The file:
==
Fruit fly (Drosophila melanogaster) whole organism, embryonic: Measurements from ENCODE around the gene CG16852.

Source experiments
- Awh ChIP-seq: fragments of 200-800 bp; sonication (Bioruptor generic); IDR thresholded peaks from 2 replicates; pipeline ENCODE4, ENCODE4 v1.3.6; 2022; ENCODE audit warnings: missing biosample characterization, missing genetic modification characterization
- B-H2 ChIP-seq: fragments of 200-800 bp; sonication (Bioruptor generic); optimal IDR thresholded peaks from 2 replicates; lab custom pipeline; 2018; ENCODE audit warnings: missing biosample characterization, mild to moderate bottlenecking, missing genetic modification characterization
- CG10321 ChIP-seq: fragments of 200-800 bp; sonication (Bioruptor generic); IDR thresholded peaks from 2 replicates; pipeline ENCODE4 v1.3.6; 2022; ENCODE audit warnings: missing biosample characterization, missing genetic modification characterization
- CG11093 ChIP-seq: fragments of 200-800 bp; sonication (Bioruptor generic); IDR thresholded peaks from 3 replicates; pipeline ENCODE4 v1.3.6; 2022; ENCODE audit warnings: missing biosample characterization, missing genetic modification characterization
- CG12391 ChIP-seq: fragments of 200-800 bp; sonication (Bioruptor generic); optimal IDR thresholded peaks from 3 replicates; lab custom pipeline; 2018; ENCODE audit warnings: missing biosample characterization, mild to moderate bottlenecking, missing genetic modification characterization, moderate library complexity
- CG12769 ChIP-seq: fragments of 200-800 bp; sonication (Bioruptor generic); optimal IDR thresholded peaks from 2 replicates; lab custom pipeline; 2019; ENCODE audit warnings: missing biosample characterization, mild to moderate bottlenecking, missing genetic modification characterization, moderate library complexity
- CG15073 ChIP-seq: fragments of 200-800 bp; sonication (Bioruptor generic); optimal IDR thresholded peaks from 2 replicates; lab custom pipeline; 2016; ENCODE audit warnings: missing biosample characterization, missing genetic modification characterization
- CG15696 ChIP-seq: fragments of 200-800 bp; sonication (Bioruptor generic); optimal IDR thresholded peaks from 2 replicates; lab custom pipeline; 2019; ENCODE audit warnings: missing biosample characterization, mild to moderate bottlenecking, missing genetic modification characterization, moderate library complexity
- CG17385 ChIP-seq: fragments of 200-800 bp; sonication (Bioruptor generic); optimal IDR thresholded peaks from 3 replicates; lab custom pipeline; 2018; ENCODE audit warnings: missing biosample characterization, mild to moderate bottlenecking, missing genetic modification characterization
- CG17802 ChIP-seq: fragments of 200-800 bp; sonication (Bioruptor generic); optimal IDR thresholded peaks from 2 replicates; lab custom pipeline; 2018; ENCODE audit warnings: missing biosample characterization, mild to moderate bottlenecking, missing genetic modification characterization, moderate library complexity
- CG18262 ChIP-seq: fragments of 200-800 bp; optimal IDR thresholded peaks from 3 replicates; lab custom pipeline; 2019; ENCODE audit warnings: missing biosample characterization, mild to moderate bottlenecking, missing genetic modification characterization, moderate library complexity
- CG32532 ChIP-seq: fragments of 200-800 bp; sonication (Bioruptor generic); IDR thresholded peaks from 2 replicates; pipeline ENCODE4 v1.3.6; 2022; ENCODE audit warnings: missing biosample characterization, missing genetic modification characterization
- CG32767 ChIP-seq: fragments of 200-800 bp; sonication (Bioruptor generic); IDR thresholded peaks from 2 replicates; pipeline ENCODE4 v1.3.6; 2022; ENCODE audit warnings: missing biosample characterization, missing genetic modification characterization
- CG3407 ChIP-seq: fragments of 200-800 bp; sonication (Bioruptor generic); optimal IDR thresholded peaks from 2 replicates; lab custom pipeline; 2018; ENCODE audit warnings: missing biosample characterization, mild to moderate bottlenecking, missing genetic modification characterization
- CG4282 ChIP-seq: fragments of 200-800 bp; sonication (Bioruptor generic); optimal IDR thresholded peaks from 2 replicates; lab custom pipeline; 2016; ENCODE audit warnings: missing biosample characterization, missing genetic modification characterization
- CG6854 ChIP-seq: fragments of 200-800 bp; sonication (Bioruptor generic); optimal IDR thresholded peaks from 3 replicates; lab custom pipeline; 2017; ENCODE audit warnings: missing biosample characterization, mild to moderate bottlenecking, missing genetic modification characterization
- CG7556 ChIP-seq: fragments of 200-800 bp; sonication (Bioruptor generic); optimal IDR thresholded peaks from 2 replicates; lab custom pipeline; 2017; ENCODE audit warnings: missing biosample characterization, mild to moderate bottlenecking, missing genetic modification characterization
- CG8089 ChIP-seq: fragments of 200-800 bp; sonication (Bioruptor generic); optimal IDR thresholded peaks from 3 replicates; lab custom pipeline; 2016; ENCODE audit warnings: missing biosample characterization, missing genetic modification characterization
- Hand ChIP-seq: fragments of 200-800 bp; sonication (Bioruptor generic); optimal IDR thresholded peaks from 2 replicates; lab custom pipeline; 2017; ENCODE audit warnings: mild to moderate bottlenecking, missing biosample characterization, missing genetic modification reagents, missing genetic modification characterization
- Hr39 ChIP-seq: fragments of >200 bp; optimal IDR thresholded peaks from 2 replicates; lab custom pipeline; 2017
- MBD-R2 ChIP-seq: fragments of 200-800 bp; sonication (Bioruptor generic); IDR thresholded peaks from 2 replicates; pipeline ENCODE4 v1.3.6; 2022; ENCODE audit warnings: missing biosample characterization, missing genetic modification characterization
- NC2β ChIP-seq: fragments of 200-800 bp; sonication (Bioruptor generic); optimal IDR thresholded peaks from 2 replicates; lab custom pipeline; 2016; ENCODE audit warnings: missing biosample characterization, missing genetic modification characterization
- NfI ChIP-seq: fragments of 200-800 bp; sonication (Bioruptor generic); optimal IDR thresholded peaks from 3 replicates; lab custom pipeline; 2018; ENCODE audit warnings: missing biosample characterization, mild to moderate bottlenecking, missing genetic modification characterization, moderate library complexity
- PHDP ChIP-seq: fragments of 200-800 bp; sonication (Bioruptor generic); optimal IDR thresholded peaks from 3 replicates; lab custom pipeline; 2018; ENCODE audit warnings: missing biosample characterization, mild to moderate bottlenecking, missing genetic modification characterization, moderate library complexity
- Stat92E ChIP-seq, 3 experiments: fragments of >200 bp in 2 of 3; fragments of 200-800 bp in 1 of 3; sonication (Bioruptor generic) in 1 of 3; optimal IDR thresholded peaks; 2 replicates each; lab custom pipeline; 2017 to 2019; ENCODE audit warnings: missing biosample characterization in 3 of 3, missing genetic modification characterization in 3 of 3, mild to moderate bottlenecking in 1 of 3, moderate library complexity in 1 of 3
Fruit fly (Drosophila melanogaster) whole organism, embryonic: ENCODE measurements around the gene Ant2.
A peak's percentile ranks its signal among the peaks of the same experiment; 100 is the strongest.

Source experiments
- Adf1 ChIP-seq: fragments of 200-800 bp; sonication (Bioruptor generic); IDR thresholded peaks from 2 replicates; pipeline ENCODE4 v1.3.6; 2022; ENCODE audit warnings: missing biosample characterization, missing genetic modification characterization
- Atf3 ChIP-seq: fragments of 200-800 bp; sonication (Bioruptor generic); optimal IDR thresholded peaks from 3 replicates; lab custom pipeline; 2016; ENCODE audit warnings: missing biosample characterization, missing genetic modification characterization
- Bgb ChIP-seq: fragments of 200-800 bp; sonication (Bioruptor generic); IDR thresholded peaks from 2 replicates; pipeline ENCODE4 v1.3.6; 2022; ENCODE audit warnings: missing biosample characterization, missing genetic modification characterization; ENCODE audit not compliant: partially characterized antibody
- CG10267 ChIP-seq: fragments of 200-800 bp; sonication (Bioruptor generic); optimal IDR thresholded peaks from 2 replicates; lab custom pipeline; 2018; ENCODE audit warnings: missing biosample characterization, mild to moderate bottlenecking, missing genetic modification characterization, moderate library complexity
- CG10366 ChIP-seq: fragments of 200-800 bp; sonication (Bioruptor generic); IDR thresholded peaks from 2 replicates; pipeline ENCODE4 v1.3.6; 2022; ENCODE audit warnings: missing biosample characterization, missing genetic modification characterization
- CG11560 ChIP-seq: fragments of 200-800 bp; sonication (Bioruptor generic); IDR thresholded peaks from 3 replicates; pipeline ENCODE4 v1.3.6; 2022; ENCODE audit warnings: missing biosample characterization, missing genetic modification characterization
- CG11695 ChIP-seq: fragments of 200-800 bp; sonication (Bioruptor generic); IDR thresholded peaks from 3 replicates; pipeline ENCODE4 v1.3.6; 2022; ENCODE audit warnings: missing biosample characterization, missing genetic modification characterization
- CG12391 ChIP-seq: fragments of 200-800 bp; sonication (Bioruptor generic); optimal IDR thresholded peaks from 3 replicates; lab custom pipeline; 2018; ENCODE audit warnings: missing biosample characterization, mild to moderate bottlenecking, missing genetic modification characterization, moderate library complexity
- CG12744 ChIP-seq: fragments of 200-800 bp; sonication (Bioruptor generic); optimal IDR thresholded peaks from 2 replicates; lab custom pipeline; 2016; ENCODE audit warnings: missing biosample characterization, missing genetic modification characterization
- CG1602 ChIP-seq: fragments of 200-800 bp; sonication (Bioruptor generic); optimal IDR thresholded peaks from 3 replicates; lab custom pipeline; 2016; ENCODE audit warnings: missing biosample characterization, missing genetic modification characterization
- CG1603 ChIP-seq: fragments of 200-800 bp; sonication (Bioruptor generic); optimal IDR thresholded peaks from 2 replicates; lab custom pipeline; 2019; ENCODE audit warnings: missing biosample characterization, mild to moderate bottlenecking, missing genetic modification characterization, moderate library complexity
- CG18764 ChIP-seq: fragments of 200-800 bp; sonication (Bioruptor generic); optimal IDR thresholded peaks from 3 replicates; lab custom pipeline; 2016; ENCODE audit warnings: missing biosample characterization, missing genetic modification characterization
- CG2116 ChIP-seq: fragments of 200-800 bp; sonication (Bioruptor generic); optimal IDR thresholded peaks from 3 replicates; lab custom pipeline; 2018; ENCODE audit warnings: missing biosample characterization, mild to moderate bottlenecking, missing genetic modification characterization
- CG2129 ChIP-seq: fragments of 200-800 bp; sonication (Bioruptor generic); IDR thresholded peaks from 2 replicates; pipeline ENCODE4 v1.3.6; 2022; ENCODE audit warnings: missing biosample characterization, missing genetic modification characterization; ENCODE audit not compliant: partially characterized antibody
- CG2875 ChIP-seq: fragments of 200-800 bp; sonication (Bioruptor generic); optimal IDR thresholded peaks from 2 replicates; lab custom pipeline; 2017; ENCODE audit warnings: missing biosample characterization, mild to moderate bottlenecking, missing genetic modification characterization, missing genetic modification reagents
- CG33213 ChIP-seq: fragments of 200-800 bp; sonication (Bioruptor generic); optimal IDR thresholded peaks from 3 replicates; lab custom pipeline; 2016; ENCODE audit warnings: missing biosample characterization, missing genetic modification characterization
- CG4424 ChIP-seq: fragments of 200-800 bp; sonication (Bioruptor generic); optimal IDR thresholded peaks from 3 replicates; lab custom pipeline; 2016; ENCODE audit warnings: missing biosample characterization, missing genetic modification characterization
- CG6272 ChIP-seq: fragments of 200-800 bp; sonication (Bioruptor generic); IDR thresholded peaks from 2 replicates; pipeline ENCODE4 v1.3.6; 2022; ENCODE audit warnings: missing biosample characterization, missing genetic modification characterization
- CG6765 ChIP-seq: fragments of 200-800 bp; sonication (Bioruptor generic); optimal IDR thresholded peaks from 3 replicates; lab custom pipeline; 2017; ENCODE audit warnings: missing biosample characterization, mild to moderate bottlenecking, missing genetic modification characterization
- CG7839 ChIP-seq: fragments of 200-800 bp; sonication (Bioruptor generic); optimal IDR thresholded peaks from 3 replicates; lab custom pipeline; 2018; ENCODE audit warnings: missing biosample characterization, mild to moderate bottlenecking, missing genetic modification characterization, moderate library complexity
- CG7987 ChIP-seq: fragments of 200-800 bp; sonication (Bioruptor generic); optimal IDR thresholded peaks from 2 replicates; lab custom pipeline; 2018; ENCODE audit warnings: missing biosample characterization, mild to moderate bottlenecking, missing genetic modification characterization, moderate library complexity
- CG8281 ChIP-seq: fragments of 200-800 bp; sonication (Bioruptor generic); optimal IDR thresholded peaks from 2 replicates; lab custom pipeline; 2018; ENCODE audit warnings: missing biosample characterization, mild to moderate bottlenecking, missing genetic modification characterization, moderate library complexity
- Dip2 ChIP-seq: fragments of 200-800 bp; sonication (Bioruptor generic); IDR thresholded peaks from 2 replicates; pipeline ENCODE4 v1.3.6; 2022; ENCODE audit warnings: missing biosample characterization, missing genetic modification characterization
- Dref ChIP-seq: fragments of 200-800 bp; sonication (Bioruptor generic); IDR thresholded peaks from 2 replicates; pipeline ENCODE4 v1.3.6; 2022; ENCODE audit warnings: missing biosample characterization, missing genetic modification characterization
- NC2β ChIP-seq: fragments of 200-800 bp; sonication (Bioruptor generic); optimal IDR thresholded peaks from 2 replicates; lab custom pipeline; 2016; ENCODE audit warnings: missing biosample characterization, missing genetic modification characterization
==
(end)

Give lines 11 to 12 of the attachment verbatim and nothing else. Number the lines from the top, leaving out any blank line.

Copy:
- CG17385 ChIP-seq: fragments of 200-800 bp; sonication (Bioruptor generic); optimal IDR thresholded peaks from 3 replicates; lab custom pipeline; 2018; ENCODE audit warnings: missing biosample characterization, mild to moderate bottlenecking, missing genetic modification characterization
- CG17802 ChIP-seq: fragments of 200-800 bp; sonication (Bioruptor generic); optimal IDR thresholded peaks from 2 replicates; lab custom pipeline; 2018; ENCODE audit warnings: missing biosample characterization, mild to moderate bottlenecking, missing genetic modification characterization, moderate library complexity